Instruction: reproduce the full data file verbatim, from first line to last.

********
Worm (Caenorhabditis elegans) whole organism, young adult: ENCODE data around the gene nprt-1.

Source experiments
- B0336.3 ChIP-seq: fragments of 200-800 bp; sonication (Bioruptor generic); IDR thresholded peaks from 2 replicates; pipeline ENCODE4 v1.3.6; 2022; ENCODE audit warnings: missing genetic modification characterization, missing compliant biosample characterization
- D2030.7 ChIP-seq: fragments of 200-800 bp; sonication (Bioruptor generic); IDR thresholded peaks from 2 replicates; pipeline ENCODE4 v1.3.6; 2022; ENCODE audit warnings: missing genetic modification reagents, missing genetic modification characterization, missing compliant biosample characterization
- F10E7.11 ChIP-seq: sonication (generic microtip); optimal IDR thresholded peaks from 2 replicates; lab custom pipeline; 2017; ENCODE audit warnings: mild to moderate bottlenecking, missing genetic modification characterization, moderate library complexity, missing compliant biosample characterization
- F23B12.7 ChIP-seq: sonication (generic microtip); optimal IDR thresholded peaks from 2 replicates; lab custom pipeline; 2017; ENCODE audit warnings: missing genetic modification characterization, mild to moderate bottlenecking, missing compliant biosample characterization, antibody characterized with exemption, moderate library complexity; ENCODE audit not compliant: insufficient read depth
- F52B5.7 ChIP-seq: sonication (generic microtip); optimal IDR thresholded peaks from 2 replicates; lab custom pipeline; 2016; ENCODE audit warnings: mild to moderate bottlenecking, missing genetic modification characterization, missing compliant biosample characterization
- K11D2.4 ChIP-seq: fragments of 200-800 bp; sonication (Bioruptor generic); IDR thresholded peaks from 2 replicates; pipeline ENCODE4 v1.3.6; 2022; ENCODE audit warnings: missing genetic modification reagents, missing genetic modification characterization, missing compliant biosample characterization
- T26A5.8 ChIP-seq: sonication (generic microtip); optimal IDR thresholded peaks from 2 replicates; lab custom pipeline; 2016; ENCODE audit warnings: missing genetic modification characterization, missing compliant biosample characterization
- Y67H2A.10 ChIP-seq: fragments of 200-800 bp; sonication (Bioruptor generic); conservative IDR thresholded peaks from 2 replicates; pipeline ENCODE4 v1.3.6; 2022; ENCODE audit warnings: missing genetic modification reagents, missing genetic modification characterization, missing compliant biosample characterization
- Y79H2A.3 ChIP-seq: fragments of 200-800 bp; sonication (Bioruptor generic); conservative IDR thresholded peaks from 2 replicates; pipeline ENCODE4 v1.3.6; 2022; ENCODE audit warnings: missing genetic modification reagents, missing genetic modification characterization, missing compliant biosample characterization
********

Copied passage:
Worm (Caenorhabditis elegans) whole organism, young adult: ENCODE data around the gene nprt-1.

Source experiments
- B0336.3 ChIP-seq: fragments of 200-800 bp; sonication (Bioruptor generic); IDR thresholded peaks from 2 replicates; pipeline ENCODE4 v1.3.6; 2022; ENCODE audit warnings: missing genetic modification characterization, missing compliant biosample characterization
- D2030.7 ChIP-seq: fragments of 200-800 bp; sonication (Bioruptor generic); IDR thresholded peaks from 2 replicates; pipeline ENCODE4 v1.3.6; 2022; ENCODE audit warnings: missing genetic modification reagents, missing genetic modification characterization, missing compliant biosample characterization
- F10E7.11 ChIP-seq: sonication (generic microtip); optimal IDR thresholded peaks from 2 replicates; lab custom pipeline; 2017; ENCODE audit warnings: mild to moderate bottlenecking, missing genetic modification characterization, moderate library complexity, missing compliant biosample characterization
- F23B12.7 ChIP-seq: sonication (generic microtip); optimal IDR thresholded peaks from 2 replicates; lab custom pipeline; 2017; ENCODE audit warnings: missing genetic modification characterization, mild to moderate bottlenecking, missing compliant biosample characterization, antibody characterized with exemption, moderate library complexity; ENCODE audit not compliant: insufficient read depth
- F52B5.7 ChIP-seq: sonication (generic microtip); optimal IDR thresholded peaks from 2 replicates; lab custom pipeline; 2016; ENCODE audit warnings: mild to moderate bottlenecking, missing genetic modification characterization, missing compliant biosample characterization
- K11D2.4 ChIP-seq: fragments of 200-800 bp; sonication (Bioruptor generic); IDR thresholded peaks from 2 replicates; pipeline ENCODE4 v1.3.6; 2022; ENCODE audit warnings: missing genetic modification reagents, missing genetic modification characterization, missing compliant biosample characterization
- T26A5.8 ChIP-seq: sonication (generic microtip); optimal IDR thresholded peaks from 2 replicates; lab custom pipeline; 2016; ENCODE audit warnings: missing genetic modification characterization, missing compliant biosample characterization
- Y67H2A.10 ChIP-seq: fragments of 200-800 bp; sonication (Bioruptor generic); conservative IDR thresholded peaks from 2 replicates; pipeline ENCODE4 v1.3.6; 2022; ENCODE audit warnings: missing genetic modification reagents, missing genetic modification characterization, missing compliant biosample characterization
- Y79H2A.3 ChIP-seq: fragments of 200-800 bp; sonication (Bioruptor generic); conservative IDR thresholded peaks from 2 replicates; pipeline ENCODE4 v1.3.6; 2022; ENCODE audit warnings: missing genetic modification reagents, missing genetic modification characterization, missing compliant biosample characterization